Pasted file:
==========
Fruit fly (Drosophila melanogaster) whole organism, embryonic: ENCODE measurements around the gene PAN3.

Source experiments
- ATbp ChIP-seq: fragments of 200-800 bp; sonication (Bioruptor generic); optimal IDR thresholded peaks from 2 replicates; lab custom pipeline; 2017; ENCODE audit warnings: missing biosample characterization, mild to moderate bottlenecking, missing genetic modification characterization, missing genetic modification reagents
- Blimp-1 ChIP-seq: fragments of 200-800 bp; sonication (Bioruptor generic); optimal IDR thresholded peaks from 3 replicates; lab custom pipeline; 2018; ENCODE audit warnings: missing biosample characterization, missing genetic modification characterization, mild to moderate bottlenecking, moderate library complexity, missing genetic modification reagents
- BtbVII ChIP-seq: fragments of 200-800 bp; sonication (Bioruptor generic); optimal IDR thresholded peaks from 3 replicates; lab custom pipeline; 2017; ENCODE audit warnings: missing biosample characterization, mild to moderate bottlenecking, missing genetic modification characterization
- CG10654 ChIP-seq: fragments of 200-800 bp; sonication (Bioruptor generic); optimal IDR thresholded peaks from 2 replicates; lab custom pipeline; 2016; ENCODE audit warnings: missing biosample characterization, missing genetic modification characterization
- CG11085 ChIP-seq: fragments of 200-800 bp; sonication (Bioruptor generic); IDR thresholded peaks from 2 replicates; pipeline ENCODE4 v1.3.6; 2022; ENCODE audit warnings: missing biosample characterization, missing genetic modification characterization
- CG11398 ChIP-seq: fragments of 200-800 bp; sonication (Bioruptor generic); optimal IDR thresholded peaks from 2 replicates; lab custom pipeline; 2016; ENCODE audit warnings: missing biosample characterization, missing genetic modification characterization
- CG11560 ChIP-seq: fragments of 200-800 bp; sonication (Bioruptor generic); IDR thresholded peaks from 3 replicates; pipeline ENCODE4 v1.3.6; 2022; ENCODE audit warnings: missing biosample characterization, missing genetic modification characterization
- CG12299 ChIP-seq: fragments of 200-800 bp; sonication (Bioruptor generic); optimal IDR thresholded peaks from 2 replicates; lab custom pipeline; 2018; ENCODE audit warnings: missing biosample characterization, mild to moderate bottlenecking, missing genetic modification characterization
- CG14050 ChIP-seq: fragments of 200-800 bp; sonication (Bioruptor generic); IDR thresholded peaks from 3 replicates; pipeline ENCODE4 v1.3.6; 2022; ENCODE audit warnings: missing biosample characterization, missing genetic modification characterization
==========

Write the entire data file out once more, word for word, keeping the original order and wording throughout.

Fruit fly (Drosophila melanogaster) whole organism, embryonic: ENCODE measurements around the gene PAN3.

Source experiments
- ATbp ChIP-seq: fragments of 200-800 bp; sonication (Bioruptor generic); optimal IDR thresholded peaks from 2 replicates; lab custom pipeline; 2017; ENCODE audit warnings: missing biosample characterization, mild to moderate bottlenecking, missing genetic modification characterization, missing genetic modification reagents
- Blimp-1 ChIP-seq: fragments of 200-800 bp; sonication (Bioruptor generic); optimal IDR thresholded peaks from 3 replicates; lab custom pipeline; 2018; ENCODE audit warnings: missing biosample characterization, missing genetic modification characterization, mild to moderate bottlenecking, moderate library complexity, missing genetic modification reagents
- BtbVII ChIP-seq: fragments of 200-800 bp; sonication (Bioruptor generic); optimal IDR thresholded peaks from 3 replicates; lab custom pipeline; 2017; ENCODE audit warnings: missing biosample characterization, mild to moderate bottlenecking, missing genetic modification characterization
- CG10654 ChIP-seq: fragments of 200-800 bp; sonication (Bioruptor generic); optimal IDR thresholded peaks from 2 replicates; lab custom pipeline; 2016; ENCODE audit warnings: missing biosample characterization, missing genetic modification characterization
- CG11085 ChIP-seq: fragments of 200-800 bp; sonication (Bioruptor generic); IDR thresholded peaks from 2 replicates; pipeline ENCODE4 v1.3.6; 2022; ENCODE audit warnings: missing biosample characterization, missing genetic modification characterization
- CG11398 ChIP-seq: fragments of 200-800 bp; sonication (Bioruptor generic); optimal IDR thresholded peaks from 2 replicates; lab custom pipeline; 2016; ENCODE audit warnings: missing biosample characterization, missing genetic modification characterization
- CG11560 ChIP-seq: fragments of 200-800 bp; sonication (Bioruptor generic); IDR thresholded peaks from 3 replicates; pipeline ENCODE4 v1.3.6; 2022; ENCODE audit warnings: missing biosample characterization, missing genetic modification characterization
- CG12299 ChIP-seq: fragments of 200-800 bp; sonication (Bioruptor generic); optimal IDR thresholded peaks from 2 replicates; lab custom pipeline; 2018; ENCODE audit warnings: missing biosample characterization, mild to moderate bottlenecking, missing genetic modification characterization
- CG14050 ChIP-seq: fragments of 200-800 bp; sonication (Bioruptor generic); IDR thresholded peaks from 3 replicates; pipeline ENCODE4 v1.3.6; 2022; ENCODE audit warnings: missing biosample characterization, missing genetic modification characterization